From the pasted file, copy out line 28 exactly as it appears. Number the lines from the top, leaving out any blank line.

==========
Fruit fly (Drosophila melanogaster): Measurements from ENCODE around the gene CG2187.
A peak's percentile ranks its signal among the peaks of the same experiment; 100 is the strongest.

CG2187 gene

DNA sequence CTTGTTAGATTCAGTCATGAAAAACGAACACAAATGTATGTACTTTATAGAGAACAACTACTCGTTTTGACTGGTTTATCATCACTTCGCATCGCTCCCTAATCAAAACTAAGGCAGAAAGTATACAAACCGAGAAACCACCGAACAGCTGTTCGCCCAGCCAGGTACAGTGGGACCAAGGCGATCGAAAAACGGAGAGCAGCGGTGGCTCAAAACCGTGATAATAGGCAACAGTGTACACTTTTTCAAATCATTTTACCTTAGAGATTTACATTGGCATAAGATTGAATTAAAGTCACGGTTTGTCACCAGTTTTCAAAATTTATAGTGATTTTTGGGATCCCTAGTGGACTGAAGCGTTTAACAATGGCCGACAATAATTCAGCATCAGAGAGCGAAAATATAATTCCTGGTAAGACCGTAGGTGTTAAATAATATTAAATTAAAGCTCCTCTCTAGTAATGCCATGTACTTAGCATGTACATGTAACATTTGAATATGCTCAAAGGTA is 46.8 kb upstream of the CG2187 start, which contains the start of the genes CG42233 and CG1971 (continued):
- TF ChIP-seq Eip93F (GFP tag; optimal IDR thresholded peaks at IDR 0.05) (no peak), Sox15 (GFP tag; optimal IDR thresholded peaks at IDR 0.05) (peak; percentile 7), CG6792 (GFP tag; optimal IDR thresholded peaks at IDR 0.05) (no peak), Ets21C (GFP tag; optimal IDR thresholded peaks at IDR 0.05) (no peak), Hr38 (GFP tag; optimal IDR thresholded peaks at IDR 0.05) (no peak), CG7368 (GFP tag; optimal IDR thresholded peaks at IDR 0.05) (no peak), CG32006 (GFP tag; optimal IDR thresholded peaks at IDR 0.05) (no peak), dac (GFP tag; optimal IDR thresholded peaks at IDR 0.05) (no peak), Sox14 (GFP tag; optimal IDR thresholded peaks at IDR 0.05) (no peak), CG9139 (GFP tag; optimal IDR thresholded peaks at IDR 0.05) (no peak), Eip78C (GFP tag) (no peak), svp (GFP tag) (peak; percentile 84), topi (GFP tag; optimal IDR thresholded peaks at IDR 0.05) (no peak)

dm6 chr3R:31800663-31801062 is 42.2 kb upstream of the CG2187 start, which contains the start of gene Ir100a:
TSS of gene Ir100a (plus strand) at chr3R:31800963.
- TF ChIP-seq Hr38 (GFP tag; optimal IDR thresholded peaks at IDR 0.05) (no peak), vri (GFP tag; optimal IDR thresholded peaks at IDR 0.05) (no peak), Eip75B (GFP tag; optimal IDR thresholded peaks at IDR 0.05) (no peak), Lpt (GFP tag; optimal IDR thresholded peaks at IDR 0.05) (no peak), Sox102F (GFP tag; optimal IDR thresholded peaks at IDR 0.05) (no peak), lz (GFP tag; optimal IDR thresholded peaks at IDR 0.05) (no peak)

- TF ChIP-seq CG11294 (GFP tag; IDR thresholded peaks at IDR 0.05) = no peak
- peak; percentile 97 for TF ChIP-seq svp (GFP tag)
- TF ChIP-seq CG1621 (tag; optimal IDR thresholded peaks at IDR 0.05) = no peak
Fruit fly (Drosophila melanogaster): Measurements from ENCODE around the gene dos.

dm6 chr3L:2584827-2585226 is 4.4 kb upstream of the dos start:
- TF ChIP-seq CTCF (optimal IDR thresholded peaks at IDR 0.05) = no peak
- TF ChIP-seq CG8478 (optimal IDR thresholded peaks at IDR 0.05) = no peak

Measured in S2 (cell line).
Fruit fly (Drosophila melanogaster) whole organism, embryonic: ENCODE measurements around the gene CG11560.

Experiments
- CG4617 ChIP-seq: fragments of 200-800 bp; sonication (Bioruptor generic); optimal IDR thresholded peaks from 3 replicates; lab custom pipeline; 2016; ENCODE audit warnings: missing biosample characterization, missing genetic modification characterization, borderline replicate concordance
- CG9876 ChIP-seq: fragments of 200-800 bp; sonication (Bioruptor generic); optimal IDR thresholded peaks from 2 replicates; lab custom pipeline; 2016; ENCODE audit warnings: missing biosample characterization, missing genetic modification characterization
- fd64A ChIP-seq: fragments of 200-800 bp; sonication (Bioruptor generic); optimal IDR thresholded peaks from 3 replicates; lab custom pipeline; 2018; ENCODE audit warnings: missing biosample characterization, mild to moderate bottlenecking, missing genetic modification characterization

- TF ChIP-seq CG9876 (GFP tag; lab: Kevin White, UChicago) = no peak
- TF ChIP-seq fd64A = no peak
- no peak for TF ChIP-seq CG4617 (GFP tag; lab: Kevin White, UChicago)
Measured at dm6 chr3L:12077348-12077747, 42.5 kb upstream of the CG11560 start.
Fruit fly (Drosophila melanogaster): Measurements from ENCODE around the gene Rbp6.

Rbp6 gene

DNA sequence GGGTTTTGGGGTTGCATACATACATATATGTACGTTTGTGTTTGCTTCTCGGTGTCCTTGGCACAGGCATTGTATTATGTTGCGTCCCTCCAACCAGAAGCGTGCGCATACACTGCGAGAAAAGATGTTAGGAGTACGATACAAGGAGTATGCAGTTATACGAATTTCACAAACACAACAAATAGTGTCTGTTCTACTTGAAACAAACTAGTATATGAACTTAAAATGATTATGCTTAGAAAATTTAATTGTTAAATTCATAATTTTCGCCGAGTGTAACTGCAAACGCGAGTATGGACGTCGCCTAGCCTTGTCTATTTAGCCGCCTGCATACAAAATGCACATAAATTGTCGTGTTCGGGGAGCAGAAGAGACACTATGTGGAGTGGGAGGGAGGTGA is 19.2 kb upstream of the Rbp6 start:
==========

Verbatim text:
DNA sequence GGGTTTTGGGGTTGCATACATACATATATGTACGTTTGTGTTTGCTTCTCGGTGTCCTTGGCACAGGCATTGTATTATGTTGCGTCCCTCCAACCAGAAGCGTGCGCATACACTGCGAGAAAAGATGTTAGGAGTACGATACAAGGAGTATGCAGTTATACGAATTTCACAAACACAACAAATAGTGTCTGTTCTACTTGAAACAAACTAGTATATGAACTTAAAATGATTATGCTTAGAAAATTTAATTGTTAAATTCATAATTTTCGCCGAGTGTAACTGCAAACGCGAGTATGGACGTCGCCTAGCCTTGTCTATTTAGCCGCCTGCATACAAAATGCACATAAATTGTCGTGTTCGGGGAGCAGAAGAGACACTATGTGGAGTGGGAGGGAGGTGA is 19.2 kb upstream of the Rbp6 start: